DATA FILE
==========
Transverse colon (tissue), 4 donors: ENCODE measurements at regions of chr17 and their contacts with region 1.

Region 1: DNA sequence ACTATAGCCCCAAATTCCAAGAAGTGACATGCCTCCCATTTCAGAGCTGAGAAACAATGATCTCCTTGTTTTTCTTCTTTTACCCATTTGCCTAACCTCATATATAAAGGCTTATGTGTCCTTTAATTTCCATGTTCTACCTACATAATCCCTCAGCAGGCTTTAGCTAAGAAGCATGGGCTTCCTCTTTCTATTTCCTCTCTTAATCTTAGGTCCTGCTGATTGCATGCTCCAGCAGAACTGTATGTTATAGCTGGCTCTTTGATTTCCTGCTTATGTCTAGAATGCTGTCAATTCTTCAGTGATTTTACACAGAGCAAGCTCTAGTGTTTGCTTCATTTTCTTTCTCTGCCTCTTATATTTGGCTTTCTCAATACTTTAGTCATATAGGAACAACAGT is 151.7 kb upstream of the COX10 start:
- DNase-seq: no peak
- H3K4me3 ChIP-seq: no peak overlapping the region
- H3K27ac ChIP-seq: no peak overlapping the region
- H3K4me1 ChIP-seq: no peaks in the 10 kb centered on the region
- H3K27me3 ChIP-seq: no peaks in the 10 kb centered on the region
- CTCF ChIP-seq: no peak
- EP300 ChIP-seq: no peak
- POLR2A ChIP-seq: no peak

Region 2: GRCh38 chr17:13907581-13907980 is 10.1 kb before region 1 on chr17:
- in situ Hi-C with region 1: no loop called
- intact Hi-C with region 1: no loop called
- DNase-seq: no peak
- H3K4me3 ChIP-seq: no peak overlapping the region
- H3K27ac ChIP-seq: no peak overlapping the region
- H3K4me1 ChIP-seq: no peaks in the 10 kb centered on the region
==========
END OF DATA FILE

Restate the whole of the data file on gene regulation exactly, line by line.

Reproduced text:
Transverse colon (tissue), 4 donors: ENCODE measurements at regions of chr17 and their contacts with region 1.

Region 1: DNA sequence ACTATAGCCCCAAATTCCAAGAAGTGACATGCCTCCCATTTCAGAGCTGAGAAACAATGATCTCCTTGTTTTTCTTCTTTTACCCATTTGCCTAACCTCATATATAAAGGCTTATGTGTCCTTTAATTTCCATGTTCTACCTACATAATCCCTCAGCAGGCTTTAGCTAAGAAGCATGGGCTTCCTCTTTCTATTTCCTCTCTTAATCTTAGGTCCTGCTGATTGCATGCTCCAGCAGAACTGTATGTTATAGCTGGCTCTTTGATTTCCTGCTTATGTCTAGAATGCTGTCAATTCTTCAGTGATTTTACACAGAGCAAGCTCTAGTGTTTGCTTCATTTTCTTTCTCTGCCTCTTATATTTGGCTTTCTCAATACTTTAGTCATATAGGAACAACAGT is 151.7 kb upstream of the COX10 start:
- DNase-seq: no peak
- H3K4me3 ChIP-seq: no peak overlapping the region
- H3K27ac ChIP-seq: no peak overlapping the region
- H3K4me1 ChIP-seq: no peaks in the 10 kb centered on the region
- H3K27me3 ChIP-seq: no peaks in the 10 kb centered on the region
- CTCF ChIP-seq: no peak
- EP300 ChIP-seq: no peak
- POLR2A ChIP-seq: no peak

Region 2: GRCh38 chr17:13907581-13907980 is 10.1 kb before region 1 on chr17:
- in situ Hi-C with region 1: no loop called
- intact Hi-C with region 1: no loop called
- DNase-seq: no peak
- H3K4me3 ChIP-seq: no peak overlapping the region
- H3K27ac ChIP-seq: no peak overlapping the region
- H3K4me1 ChIP-seq: no peaks in the 10 kb centered on the region